Investors who have been waiting for a downturn to get into the market may be frustrated by its current resilience. Our first article this week focuses on comments by the Chief Investment Strategist for Charles Schwab, who says that the pattern of past pullbacks isn’t necessarily a prologue in today’s markets. For those who’ve been hearing bullish statements that “this time is different”, we turn to the comments of Lance Roberts, who cautions, “There is no doubt that the current advance is quite amazing. However, it is not unstoppable. It will eventually correct.” Our last article looks into Germany’s policy turnabout from austerity to economic stimulus. Will the rest of the European Union follow its lead?
Remarkable Resilience– While it may seem like we’re due for a correction, defined as a 10% pullback, as the most recent one based on the S&P 500 was in the middle of 2011, history doesn’t tell us that it’s inevitable in the near term. This is according to Liz Ann Sonders (Chief Investment Strategist) and her team at Charles Schwab & Co. http://www.schwab.com/public/schwab/resource_center/expert_insight/todays_market/recent_commentary/schwab_market_perspective.html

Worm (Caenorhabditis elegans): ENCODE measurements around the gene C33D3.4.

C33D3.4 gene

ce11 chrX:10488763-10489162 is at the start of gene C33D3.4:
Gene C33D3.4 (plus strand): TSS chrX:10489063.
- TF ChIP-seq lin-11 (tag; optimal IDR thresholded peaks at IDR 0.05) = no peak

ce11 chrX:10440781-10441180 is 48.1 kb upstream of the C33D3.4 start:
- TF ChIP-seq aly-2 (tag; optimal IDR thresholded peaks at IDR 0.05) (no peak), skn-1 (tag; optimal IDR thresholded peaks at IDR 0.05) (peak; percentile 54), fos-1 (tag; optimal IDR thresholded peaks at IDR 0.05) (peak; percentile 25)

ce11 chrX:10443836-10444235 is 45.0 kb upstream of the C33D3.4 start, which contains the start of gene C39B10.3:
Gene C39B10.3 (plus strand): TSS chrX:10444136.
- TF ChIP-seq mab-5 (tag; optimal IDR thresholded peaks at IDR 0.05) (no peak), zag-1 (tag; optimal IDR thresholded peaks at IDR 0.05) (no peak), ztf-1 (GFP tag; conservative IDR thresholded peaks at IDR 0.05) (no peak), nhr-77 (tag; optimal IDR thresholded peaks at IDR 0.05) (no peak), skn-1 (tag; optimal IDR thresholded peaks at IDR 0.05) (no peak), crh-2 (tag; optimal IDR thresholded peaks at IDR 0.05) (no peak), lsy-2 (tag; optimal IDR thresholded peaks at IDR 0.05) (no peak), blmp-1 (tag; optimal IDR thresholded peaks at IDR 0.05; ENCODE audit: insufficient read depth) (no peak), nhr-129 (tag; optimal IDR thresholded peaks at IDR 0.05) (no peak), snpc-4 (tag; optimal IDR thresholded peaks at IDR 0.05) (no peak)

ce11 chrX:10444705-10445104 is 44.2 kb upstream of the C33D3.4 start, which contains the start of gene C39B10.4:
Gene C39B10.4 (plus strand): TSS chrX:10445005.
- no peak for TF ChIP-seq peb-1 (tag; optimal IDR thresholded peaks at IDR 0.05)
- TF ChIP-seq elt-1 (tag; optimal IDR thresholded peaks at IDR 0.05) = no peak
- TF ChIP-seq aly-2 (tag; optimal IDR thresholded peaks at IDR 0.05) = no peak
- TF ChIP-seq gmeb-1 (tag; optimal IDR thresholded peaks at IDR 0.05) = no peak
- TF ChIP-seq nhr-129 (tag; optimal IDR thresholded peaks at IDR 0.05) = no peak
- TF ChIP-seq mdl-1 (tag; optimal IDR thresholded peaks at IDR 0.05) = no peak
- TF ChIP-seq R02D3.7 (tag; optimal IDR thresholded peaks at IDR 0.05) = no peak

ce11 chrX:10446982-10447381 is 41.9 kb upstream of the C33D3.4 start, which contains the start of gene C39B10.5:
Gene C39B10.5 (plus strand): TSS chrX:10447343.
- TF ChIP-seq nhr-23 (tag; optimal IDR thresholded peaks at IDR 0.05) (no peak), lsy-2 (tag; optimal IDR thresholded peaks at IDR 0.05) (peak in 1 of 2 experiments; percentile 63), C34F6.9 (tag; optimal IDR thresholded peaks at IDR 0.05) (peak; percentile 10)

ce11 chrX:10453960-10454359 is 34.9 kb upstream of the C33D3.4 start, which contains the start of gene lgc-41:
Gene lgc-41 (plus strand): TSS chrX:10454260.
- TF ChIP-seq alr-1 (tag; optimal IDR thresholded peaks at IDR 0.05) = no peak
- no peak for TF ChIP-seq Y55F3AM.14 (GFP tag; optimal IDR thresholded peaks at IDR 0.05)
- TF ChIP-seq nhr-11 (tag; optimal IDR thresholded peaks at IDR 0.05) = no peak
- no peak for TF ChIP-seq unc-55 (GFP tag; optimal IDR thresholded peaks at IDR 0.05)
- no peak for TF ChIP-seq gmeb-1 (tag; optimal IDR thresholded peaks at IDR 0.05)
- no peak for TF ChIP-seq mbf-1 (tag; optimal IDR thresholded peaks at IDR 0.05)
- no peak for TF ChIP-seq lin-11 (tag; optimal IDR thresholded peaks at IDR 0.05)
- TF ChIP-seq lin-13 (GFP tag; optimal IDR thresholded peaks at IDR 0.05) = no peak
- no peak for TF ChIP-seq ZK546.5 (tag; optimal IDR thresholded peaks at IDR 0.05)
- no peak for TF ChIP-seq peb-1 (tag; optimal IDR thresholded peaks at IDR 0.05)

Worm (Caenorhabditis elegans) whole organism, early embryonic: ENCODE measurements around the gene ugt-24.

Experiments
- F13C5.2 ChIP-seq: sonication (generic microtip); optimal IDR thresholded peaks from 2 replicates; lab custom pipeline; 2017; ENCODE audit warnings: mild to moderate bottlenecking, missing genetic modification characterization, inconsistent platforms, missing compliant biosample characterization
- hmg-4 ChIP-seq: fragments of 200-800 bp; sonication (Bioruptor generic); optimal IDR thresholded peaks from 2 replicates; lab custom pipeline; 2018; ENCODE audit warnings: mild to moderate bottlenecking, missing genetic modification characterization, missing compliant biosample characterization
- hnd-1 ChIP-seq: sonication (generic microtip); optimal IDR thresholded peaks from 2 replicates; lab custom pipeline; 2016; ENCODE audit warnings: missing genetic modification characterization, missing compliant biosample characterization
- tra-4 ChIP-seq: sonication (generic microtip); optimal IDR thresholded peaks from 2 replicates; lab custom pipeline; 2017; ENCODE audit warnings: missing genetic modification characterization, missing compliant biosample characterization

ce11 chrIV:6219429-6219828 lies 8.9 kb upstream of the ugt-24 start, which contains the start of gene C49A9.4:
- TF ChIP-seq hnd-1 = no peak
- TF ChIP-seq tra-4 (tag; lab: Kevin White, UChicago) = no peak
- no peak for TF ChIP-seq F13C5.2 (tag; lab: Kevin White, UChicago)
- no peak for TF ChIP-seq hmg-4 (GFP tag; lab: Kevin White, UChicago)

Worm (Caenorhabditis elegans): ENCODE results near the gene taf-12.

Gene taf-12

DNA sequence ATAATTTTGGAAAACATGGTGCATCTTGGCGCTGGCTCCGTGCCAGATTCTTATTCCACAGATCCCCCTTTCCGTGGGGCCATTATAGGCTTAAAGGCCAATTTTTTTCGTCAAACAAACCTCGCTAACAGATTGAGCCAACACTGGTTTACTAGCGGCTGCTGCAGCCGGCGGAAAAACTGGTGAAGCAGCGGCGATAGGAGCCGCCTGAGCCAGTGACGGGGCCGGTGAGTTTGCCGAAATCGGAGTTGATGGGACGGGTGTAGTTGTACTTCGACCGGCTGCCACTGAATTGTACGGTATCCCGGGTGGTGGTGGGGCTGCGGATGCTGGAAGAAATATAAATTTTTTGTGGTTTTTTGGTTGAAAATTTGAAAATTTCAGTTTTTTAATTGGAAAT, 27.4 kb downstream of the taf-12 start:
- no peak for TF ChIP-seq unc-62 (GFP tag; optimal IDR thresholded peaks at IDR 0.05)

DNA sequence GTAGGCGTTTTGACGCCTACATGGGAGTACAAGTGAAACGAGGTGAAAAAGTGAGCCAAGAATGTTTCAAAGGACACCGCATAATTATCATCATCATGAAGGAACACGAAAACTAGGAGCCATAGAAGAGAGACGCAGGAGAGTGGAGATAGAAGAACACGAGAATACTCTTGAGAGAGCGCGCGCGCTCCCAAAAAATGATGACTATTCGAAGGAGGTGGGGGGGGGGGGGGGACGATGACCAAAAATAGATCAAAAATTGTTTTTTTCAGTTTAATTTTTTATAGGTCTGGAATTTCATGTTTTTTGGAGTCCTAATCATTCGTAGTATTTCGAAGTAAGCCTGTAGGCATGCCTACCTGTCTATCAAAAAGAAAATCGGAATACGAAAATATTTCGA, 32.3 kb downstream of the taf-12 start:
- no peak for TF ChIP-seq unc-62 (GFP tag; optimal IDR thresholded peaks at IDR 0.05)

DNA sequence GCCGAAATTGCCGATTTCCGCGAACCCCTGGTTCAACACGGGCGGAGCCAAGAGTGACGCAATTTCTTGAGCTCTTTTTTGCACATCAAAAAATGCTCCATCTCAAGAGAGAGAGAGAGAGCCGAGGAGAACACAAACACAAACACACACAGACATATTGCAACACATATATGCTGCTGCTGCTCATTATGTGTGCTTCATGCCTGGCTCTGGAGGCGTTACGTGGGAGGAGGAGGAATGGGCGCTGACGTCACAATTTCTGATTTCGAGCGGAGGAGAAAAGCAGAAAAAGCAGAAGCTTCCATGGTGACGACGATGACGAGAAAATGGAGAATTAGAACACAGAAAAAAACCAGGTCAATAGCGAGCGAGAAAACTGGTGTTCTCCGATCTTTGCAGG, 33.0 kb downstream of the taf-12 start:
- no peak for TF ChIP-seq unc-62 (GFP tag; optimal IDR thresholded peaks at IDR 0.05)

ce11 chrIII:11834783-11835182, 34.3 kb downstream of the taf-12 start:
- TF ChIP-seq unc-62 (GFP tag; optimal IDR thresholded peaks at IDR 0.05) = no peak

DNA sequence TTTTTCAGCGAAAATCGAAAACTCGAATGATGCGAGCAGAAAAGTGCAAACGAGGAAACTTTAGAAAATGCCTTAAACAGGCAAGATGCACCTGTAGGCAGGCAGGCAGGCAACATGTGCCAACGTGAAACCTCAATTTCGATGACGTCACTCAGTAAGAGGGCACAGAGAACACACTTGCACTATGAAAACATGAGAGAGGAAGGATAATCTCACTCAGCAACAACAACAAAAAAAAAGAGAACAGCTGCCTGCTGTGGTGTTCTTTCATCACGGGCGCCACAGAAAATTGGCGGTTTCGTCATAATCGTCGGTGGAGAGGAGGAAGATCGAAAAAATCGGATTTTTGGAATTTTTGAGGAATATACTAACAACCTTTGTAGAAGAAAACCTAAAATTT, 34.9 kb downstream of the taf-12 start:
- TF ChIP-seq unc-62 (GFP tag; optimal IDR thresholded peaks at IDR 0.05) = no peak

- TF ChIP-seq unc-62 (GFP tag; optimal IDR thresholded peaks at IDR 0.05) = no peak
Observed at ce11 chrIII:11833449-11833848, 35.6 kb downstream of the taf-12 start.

Evaluating 3 Bullish Arguments– As the markets elevate higher on the back of the global central bank interventions it is important to keep in context the historical tendencies of the markets over time. It is not uncommon at major market peaks to see “irrational exuberance” begin to grip the markets. http://advisorperspectives.com/dshort/guest/Lance-Roberts-130528-Evaluating-3-Bullish-Arguments.php
Germany Drops Austerity And Embraces Eurozone Economic Stimulus– In sudden policy reversal, Germany abandoned calls for austerity and is backing plans to spend billions on revitalizing the economies in Southern Europe. Germany plans to dramatically expand lending and investing in financially stressed eurozone countries, using its own capital, rather than waiting for the European Commission to take the lead. Germany’s efforts will first focus on Spain.
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John R. Day, Bill Ennis and Stephanie Davidson